As a dyed-in-the-wool save scummer, I’ve developed muscle memory for pausing and hitting the analog stick the exact number of times to hit the restart option in just about every stealth game I’ve played. If I’m ever seen or accidentally kill someone, it’s mission failed, start over. Hope you remembered to quicksave after you got past that single guard. Nonlethal, never spotted. Yes, I’m that guy. Obsessive, to be sure, but I don’t mind following the same path over and over as long as I’m enjoying myself. There’s a satisfaction in perfecting a route, and stealth games scratch that itch.
CounterSpy offered very little to the save scummer in me, but that meant that I could live a little within its confines. I was more than welcome to start the level over should I be spotted or killed, but every level is heavily randomized, so if I did, I wouldn’t benefit from the knowledge of my last attempt. The nonlethal options, similarly, are pretty slim; in my playthrough they amounted to a single gun that I didn’t acquire until later in the game, meaning that a no-kill run was basically impossible on my first playthrough. The game’s statistics don’t include guards bypassed, and you don’t get score bonuses for having avoided enemy encounters. If I had managed to go undetected on any level (which I sure didn’t), my only reward would likely be the time bonus I’d get for not having stopped to engage in firefights, but that again does not seem likely.
Unable to have another real go at a mission that bested me or finish every mission nonlethally, my perfectionist tendencies fell to the wayside in favor of a much more aggressive approach. Avoiding guards and cameras is still the best option, since both can raise DEFCON level (more on that in a bit) if they spotted me, but I was more than likely going to win the ensuing firefight. Guards go down in one headshot (helmets later prevent this) and I had more than enough ammo to drop everybody in the level and then some, which meant I didn’t exactly have to be choosy about when to ice guards from afar or approach them. With the help of a few perks equipped before the mission as well as generously-placed med stations, I could survive from one firefight to another without too much hassle. In short, I played CounterSpy the way most people play other stealth games: sneak around until I got caught, then kill my way back to an undetected state.
It sounds reductive, but the loop works. You have enough options to kill guards silently, whether it’s with a silenced pistol, a twist of the neck, or a toss off the edge of a catwalk. I could win firefights, but that didn’t mean I could waltz in on four guys in the open and expect to get out alive. Hidden objectives and upgrade schematics make looking around and risking detection worth the risk, but being spotted or dying means raising the DEFCON level. Raising the level above DEFCON 1 triggers a one-minute timer to get to the end of a level and prevent a nuclear strike. The DEFCON level also carries over between missions, so screwing up royally in one mission means making the next that much harder on yourself. It’s a tenuous balance, but most of the time it works well enough that you’re wary of raising the DEFCON level but are tempted enough by secret paths and goods to look around and risk being caught.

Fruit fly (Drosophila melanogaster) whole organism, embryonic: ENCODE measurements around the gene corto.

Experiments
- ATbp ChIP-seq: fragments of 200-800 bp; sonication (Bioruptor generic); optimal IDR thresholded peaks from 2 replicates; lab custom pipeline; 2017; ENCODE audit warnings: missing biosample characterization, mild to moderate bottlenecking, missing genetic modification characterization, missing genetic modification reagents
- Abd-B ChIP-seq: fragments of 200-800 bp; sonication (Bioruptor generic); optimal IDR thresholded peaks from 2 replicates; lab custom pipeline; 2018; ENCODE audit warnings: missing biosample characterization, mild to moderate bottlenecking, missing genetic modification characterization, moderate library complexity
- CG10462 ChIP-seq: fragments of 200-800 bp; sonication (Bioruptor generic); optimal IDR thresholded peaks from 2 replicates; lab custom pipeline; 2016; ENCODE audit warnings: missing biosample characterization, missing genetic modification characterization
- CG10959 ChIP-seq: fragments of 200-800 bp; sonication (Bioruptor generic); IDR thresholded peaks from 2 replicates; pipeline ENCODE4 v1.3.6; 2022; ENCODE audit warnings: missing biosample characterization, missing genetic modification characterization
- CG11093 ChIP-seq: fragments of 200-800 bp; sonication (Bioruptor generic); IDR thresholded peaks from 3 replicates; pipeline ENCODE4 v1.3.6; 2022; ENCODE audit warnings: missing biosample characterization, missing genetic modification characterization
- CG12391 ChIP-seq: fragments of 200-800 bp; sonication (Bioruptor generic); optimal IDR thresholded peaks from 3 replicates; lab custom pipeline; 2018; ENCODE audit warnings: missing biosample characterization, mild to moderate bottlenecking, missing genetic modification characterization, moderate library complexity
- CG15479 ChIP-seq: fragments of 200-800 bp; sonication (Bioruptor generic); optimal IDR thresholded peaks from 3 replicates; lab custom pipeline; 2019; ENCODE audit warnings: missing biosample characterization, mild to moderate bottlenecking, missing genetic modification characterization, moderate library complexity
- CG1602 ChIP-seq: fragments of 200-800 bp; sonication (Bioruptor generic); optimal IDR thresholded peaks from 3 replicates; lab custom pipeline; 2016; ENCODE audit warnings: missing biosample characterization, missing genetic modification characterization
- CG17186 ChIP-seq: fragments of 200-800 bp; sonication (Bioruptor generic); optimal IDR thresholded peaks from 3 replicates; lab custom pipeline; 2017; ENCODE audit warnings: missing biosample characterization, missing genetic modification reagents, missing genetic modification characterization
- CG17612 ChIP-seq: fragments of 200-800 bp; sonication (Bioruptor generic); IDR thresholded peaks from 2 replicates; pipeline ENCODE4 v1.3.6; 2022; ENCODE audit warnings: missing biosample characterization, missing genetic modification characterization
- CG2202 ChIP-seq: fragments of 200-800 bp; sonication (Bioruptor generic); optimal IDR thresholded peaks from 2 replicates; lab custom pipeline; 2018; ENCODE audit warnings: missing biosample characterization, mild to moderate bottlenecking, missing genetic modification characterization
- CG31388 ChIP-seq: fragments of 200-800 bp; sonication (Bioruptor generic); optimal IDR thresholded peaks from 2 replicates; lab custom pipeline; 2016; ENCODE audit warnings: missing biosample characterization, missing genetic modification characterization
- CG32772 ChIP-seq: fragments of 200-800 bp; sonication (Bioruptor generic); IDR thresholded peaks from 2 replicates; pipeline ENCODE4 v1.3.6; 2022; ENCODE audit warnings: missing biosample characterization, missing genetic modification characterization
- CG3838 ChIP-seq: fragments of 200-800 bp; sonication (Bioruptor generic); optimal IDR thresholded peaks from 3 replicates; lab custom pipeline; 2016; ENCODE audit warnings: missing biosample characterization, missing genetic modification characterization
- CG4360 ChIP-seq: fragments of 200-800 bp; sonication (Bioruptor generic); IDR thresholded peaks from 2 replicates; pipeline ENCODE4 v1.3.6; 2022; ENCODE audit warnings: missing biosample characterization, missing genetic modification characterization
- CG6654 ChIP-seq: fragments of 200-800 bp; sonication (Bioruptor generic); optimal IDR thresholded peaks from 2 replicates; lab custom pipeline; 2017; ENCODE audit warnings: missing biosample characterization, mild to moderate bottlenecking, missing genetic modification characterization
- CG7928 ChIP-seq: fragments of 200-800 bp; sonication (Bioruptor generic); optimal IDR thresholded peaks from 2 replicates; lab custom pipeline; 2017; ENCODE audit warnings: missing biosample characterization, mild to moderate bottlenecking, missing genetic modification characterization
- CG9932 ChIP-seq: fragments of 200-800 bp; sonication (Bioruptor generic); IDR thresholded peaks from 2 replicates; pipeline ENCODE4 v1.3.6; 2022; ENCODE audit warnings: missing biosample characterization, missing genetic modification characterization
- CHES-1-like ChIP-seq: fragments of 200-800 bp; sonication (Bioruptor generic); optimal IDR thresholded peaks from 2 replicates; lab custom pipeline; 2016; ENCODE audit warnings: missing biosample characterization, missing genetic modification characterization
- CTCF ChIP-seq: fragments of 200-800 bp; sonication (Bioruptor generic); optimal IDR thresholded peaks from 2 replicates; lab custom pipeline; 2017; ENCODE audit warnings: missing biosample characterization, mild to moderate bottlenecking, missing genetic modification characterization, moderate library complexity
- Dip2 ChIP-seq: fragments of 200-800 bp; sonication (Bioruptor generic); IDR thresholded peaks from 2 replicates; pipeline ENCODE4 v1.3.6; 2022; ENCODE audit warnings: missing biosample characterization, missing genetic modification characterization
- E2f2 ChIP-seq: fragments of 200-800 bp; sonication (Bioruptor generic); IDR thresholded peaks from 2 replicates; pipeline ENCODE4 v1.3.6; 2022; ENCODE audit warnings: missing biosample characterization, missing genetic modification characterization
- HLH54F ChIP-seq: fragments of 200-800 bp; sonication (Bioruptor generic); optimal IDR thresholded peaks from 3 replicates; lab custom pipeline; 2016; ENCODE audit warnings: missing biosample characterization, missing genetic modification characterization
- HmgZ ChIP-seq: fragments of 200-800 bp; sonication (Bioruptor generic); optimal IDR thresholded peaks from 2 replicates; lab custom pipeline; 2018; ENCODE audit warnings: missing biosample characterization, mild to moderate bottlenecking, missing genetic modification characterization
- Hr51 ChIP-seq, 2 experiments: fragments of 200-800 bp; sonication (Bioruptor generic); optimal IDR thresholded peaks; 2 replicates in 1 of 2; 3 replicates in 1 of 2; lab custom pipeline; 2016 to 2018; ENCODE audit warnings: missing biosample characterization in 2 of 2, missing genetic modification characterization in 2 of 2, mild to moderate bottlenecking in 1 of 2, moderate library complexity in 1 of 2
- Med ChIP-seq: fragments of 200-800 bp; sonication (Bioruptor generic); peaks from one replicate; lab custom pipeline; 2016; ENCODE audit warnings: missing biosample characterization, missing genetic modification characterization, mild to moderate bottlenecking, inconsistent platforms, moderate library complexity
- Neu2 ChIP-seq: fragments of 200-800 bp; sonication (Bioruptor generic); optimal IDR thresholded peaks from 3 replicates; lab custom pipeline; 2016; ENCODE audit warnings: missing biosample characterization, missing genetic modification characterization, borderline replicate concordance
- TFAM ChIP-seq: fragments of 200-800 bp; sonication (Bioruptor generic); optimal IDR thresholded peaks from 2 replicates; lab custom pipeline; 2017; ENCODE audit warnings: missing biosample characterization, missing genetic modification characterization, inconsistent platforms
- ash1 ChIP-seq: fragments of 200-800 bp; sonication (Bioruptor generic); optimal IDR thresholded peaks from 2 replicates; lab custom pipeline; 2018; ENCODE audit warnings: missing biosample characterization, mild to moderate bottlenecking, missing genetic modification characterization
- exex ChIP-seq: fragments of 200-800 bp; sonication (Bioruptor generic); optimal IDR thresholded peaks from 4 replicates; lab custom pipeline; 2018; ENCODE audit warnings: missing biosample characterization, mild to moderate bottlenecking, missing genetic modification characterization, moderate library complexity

Not reflexively jumping for the restart button took some time to get used to, but I had fun raising hell. Playing CounterSpy was like venting my latent frustration at other stealth games or games that require trial-and-error level design: I would throw caution to the wind as I sprinted to the next door, get spotted, say “well fuck it then!” and be rewarded with dead guards a clear path forward. And it felt good. But even as I went back to it time and again, enjoying myself at every turn, I felt something missing. The game didn’t need save scumming, nonlethal options or anything of the sort. It was aiming to set itself apart from other stealth games in that regard, and it did so laudably. But it needed something.
On a distant, “objective” level, the game is well made, jaunty and fun. The stealth works, the action parts work (showing signs of weakness only at the very end), and stylistically, the game is gorgeous. It checks off all those boxes. But in getting rid of the perfectionist aspects that produce some of the lows of the stealth genre, CounterSpy also expunged the genre’s greatest highs. The low of repeating a mission until you get it just right produces the high of finally getting the perfect run. Only the final mission, which apes conventional stealth design a bit more and can be a real sonofabitch at higher DEFCON levels if you’re not prepared for it, gave me a real “fuck yeah!” moment. Most of the time, in bumbling my way through a mission, I felt bad about how poorly I did but could only shrug it off with an “oh well.”
I felt as though I had been cheated on stealth games with CounterSpy, only to discover why I loved the genre in the first place. You could argue that using an exceptionally long stick the way many stealth games do is a cheap way to produce highs, that not every game needs that pendulum swing of risk and reward to be great. But games need a special something to drive them. CounterSpy has its moments of risk-free whimsy, but they’re not powerful enough to work for, nor memorable enough to last. I will say again: the game is fun, worth playing, and has all the makings of a good time – but damn it if the whole experience didn’t leave me wishing for that special something to come along.
Suriel Vazquez is a freelance writer who once imagined what it would be like to live in one of those graphs of algebraic equations you had to do in high school, but was already too much of a nerd to share that thought with anyone at the time. You can follow him @SurielVazquez.